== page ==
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If you ever wanted to watch a web series hosted by Jamaican paternal twins with an adventurous take on fashion, history, responsibilities and travelling, then the “Jamdung Twinnies” are exactly what you need. Fairly new in its inception, we get to see Grace and Andrea in their element as they take island trips, give parenting advice, and even offer tips on how to get through school without making too many mistakes.
The second episode really got me into their channel. Titled “University Do’s and Don’ts”, I couldn’t help but laugh as I watched them relate their experiences, all while being video-bombed by their adorable children. They stress that one should check out the finances necessary to start university, and that students should refrain from “winging it” when selecting their modules. Shyness and being isolated is also heavily discouraged (indeed, it hardly ever works in the real world while trying to achieve your goals). Speaking from experience, they advised that having a child in university would slow down the process of earning a degree (Grace: “College itself is a stressful experience, and den when you couple dat wid pregnancy that’s like a double whammy – yuh nuh need da whammy deh…”). Overall, it’s a pretty good introductory video for anyone heading to/currently enrolled in university, as success should and must always be the aim.
Another episode I like is “Family Road Trip to Moore Town, Portland”. Through their documentation, I was able to see what travelling through a Maroon town was like, from seeing the monument marking the area as a World Heritage site and “Bump Grave” (where national heroine Nanny of the Maroons is buried) to even learning a few Maroon words like “Akwaba”, meaning “How are you?” and “Wa’ou Tessen” which means “Welcome”. Overall you get to enjoy the vibe and the atmosphere that the 1000+ inhabitants of the town call home, and insight is shed as it relates to the role of tourism that provides jobs for these descendants of the Windward Maroons who care for Moore Town and preserve the cultural legacy of Jamaica in their own way.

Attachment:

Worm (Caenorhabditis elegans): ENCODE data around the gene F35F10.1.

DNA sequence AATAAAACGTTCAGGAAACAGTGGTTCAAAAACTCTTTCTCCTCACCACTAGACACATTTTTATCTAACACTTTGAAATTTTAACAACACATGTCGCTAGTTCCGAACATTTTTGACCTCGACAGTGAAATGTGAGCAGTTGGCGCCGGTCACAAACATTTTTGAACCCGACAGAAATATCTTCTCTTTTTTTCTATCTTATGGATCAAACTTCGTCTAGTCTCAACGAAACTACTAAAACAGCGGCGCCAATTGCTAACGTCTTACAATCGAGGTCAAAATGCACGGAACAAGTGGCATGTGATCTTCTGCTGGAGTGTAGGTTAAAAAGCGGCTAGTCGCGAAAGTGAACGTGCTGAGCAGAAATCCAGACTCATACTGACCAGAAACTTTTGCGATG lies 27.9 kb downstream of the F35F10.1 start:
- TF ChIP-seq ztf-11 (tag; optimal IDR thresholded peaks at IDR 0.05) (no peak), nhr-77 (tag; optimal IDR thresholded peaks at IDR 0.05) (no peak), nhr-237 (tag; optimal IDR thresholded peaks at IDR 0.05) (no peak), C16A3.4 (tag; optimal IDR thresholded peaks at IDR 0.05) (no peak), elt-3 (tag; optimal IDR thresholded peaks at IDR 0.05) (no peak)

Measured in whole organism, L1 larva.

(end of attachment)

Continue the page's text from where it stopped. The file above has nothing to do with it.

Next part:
One can even watch the episode where they go to the “Bread Basket” parish of St. Elizabeth and also go to Manchester to visit “God’s Well” and “Canoe Valley”, areas that I had never even heard or read about before. As I type this, the world is going through a serious Coronavirus pandemic. In order for Jamaica to escape most of the dire repercussions of this disease, heavy restrictions have been placed on where one can go and what they can do. Being able to virtually go through the bushes with a tour guide, take a boat ride with alligators, see God’s Well (without falling into it) and learn about the flora and fauna of the location was enough to soothe my soul since “outside nah keep”. Just be careful and wear appropriate boots or sneakers, or else you’ll get a “maka plant” (thorn) in your foot.
This series is a recommended watch, and I definitely encourage you to take it all in.
Blessings in abundance!